Bringing Antiochian Drama Therapy to Iceland
When Todd Kulczyk started studying drama therapy at AUS in 2013, he already had a master’s degree in Directing for Theatre and Film and a background in teaching college classes at California State University, Fullerton. However, seeking a career shift, Kulczyk came to Seattle to study Drama Therapy, a unique career path that blends traditional theater class techniques with therapeutic goals, such as building therapy clients’ social confidence through engaged, dynamic self-expression in a safe, therapeutic space.
After graduating from AUS with his MA in Couple and Family Therapy with the Drama Therapy specialization in 2016, Kulczyk became licensed as an LMFTA in Washington State. However, rather than continue to live and practice in the Pacific Northwest, Kulczyk—living a storybook romance in real life—moved to Iceland to create a life together with his Icelandic husband.
Moving to a new country hasn’t slowed Kulczyk’s career. He currently works as a psychotherapist and drama therapist with individuals, couples, and families through multiple organizations in Iceland, including Samökin 78 (an LGBTQIA+ organization), Hallgrímskirkja (a Lutheran church), and his private practice, Therapy Cooperative. A natural leader, Kulczyk was nominated to join the Association of Family Therapists in Iceland board in September, and now he’s on their committee to create educational standards for family therapy licensure in Iceland. He is also on the steering committee for the Nordic Art Therapies Conference for 2018.
Kulczyk was also invited by the University of Iceland to lead a two-day workshop on creative interventions with couples and families in November 2017. He also recently led Distant Voices, a project that uses “an interactive narrative to visually recount stories of immigrants and asylum seekers allowing insight into different realities and experiences,” which was performed by the Icelandic community.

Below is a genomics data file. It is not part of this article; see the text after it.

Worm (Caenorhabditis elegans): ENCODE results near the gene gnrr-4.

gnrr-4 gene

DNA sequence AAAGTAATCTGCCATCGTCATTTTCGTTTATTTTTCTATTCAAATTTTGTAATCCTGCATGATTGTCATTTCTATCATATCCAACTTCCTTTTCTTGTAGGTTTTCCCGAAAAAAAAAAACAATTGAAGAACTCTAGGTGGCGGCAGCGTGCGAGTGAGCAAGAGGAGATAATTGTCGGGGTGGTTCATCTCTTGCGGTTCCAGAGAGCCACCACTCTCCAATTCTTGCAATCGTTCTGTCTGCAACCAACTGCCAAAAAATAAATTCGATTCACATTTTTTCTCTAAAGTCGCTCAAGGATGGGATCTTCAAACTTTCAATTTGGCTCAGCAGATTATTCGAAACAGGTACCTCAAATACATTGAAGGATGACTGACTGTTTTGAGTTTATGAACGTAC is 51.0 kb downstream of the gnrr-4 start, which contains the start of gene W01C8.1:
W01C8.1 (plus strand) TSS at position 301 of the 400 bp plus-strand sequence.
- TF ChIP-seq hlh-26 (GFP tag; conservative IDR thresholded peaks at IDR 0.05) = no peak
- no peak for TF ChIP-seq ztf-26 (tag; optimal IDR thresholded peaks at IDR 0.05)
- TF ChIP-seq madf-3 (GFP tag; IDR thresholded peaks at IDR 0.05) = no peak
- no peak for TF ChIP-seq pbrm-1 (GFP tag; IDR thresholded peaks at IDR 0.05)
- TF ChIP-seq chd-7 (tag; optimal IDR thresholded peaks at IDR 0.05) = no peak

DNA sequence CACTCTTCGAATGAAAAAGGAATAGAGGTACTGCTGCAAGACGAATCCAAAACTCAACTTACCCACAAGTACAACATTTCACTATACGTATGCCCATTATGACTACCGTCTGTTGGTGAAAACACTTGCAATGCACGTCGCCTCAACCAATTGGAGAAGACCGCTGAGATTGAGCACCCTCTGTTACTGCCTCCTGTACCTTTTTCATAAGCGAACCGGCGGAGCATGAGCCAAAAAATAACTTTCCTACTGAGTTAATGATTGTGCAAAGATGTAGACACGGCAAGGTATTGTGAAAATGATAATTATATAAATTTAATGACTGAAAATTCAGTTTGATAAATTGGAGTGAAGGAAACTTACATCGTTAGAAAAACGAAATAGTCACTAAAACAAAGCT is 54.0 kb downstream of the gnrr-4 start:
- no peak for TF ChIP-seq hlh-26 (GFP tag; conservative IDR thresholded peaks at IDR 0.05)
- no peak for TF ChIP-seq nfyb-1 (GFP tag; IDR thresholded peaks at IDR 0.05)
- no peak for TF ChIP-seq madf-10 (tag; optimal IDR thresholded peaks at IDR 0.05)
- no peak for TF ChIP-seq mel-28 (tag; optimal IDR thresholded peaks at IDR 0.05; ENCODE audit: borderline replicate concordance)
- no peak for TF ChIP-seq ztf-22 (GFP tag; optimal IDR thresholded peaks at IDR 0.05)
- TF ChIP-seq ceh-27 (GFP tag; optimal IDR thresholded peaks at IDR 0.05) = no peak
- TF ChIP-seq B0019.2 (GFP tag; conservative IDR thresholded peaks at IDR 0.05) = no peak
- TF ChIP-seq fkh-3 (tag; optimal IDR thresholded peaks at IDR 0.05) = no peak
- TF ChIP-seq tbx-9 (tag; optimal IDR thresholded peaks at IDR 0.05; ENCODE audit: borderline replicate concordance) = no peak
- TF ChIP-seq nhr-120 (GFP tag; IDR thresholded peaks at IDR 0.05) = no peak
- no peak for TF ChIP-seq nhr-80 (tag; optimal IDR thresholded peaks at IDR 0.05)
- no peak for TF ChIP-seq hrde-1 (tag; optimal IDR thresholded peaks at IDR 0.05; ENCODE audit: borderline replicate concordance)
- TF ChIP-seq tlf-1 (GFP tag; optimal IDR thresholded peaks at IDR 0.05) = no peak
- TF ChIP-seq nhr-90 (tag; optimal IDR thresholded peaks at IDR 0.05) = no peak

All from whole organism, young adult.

On doing the work that led to Distant Voices, Kulczyk reports “it has been difficult working with the broken system that is in place for asylum seekers. It is much more complicated than my Seattle-based sensibilities understood or could comprehend.” He adds, “Asylum seekers who identify in the gender and sexual diversities community come to Iceland because of the global understanding that Iceland is a safe space.”
Explaining that while Iceland is currently ranked as #16 with a score of 47.22% by ILGA-Europe – the European Region of the International Lesbian, Gay, Bisexual, Trans and Intersex Association, authors of the European Rainbow Map, it still “has a long way to go as far as legislation.” Kulczyk further explains, “Upon arrival, asylum seekers are faced with a series of interviews that offer possible re-traumatization and then are housed with other asylum seekers from around the world. What is the [new] roommate’s understanding of LGBT+ identity? No one knows. In most cases, LGBT+ asylum seekers are housed with someone who will oppress or abuse them.”
As both a psychotherapist and a drama therapist, Kulczyk took action. In his words, “Holding these stories inspired the Distant Voices project. This was an opportunity for the Icelandic community to hold these stories. Working together, a script was created by the asylum seekers as well as immigrants and performed by the Icelandic community.”
In short, Kulczyk is using his Antiochian education in a very active, alive way by bringing Seattle-style drama therapy and psychotherapy to his new home of Iceland.